I'd like to add, two years later, that the idea of 'switching' can be misleading when discussing Swedish word order. The thing is that in main clauses, the verb goes second. And in questions it goes first. But it doesn't necessarily follow that anything is 'switched', because the subject doesn't necessarily go first in a main clause. It usually does in a short sentence like Jag ska upprepa because there's not much else to choose from, but in longer sentences, we might well have something else we want to put first, like I morgon ska jag upprepa 'Tomorrow I will repeat' – and then the subject goes after the verb. Because the only thing that really matters is that the verb goes in second place.
Yesterday I listened (stand by) to somebody who was having a phonecall. His told his phonenumber through the phone, and then asked to repeat the number (so he understand it right), he used the word "repetera" as he asked to repeat it. But now I understand that this native swedish man is wrong and he had to use "upprepa"? I do not understand.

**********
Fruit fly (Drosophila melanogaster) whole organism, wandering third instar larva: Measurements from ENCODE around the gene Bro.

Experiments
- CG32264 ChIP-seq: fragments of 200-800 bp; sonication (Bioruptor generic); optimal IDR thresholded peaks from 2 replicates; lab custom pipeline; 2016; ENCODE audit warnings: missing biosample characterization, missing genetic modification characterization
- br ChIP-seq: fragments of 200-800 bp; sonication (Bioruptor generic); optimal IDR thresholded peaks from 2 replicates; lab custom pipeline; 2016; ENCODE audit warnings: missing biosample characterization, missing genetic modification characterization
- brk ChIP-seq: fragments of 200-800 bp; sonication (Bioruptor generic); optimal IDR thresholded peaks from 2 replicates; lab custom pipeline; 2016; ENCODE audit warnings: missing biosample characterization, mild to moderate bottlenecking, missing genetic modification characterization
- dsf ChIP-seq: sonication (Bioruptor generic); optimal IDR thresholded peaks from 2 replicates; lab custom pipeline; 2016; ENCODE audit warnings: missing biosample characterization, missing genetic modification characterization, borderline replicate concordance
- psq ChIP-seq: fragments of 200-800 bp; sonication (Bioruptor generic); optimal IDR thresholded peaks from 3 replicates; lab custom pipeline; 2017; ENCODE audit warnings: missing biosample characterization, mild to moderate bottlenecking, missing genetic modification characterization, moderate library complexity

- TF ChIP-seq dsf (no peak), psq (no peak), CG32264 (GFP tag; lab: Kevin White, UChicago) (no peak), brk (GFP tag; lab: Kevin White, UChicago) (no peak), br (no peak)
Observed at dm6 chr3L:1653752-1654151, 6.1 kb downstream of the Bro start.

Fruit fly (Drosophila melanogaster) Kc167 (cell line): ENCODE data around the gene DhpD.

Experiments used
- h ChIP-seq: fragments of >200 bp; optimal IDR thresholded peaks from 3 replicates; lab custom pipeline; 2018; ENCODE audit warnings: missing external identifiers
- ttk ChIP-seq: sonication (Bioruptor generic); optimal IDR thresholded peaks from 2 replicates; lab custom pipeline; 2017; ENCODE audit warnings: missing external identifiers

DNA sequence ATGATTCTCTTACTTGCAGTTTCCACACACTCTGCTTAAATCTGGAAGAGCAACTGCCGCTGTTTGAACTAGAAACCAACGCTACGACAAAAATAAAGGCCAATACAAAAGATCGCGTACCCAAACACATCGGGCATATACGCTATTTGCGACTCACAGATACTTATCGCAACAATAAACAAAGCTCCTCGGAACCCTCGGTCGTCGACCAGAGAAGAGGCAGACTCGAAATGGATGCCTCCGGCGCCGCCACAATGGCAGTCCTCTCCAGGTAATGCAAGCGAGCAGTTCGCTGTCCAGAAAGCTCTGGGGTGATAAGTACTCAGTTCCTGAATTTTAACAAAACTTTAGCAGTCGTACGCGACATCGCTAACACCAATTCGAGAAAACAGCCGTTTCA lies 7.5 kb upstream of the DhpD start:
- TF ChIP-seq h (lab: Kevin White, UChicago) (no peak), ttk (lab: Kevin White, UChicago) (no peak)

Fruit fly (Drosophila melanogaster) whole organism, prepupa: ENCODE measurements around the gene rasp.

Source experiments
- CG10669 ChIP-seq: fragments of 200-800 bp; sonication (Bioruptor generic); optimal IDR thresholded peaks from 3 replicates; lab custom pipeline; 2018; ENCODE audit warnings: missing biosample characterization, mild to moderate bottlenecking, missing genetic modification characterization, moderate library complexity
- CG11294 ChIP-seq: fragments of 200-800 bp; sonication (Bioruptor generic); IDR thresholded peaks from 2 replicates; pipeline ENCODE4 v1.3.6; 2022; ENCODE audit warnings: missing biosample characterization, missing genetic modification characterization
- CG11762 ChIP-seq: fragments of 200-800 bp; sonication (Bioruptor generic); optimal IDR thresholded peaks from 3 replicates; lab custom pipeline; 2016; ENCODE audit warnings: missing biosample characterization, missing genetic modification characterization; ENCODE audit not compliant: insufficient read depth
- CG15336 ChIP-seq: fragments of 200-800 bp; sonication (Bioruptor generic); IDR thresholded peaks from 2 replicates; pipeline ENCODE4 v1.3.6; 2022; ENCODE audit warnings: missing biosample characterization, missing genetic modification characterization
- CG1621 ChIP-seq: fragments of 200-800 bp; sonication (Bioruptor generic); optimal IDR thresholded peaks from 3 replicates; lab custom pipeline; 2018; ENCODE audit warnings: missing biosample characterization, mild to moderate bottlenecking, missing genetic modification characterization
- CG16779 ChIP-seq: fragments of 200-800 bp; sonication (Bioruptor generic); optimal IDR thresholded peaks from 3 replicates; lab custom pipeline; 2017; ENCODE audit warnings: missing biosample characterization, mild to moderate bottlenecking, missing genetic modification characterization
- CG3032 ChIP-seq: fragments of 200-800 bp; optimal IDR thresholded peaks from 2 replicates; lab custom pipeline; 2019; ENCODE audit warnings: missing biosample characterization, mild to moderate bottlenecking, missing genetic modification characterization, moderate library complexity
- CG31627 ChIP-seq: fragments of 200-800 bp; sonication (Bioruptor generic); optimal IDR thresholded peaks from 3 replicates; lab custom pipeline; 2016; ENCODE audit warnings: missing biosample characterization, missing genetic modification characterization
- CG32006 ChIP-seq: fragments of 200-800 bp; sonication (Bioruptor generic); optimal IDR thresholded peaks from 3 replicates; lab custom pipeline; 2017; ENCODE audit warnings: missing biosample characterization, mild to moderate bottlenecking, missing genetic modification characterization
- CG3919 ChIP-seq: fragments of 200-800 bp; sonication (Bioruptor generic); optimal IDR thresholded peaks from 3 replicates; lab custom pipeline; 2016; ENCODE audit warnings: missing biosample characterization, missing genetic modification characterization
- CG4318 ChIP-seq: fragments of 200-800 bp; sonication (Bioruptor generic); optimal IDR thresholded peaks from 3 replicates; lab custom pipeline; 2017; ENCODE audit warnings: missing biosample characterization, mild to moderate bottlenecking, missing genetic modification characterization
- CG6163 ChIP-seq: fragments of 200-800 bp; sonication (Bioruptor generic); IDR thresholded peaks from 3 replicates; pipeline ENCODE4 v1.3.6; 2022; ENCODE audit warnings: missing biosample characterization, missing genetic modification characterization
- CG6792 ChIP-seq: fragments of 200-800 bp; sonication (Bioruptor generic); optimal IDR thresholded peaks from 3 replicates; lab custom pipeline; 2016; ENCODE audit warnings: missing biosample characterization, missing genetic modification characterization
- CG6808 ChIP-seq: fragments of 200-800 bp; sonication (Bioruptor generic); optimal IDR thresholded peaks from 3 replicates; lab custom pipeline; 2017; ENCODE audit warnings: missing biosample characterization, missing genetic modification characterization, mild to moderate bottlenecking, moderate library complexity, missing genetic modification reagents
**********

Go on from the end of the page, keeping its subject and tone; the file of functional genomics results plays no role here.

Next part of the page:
Yes and no... it's a but of a grey area, to be honest. Ten years ago, I would have said that he was absolutely wrong. Five years ago, I would have said that it's too colloquial but does exist. Today, I'm leaning towards that it's still colloquial but obviously gaining in acceptance.
If you use repetera like that in edited text, you will no doubt be asked to change it. But in everyday language, the border is much less clear.
There isn't actually a completely obvious etymology here. The first part is easy: upp can serve as a particle to signify something being opened.
However, the second part is trickier. Ultimately, it comes from a Proto-Germanic root, in turn derived from Sanskrit that has many, many descendants in various languages. The original meaning was to touch or graze something.
Words that may be related include the Swedish word for "scratch", repa, and the archaic rappa which means to carry off and which may or may not be a cognate of the English "rape". We also have rippa in Old Swedish, meaning to "lift" or to "set into motion".
The more direct etymology is that it's borrowed from Middle Low German upreppen, with the same meaning - to bring something forward again.
I'm not sure if that actually helps at all, but unfortunately this is not one of those cases where it's easy to follow exactly what happened.